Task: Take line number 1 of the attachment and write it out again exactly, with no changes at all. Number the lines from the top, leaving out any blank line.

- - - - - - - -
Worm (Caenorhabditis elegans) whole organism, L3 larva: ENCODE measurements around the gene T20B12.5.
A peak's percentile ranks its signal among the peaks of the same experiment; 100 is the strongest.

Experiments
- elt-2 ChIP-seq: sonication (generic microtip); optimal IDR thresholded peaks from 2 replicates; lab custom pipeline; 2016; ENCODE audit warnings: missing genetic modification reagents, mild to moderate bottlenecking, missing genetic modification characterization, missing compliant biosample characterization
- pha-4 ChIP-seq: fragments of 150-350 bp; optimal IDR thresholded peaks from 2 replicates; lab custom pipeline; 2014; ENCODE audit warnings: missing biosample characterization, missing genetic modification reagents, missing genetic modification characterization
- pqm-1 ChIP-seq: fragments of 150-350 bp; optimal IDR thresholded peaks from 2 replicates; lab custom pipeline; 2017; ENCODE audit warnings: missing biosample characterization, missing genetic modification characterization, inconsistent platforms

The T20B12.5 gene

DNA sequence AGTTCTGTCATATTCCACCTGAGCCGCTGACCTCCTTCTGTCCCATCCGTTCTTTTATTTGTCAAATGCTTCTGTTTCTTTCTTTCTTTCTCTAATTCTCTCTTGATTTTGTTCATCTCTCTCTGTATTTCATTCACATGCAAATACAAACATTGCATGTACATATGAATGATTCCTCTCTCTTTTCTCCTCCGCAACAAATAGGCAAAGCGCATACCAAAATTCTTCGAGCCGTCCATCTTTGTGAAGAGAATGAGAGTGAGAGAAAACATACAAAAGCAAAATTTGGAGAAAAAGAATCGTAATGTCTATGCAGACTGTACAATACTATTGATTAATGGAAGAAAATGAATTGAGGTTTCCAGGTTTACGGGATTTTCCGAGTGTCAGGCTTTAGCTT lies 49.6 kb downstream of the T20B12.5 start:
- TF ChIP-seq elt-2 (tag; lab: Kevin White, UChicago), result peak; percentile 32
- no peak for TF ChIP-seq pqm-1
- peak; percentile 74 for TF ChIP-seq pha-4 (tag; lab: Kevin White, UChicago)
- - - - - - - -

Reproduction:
Worm (Caenorhabditis elegans) whole organism, L3 larva: ENCODE measurements around the gene T20B12.5.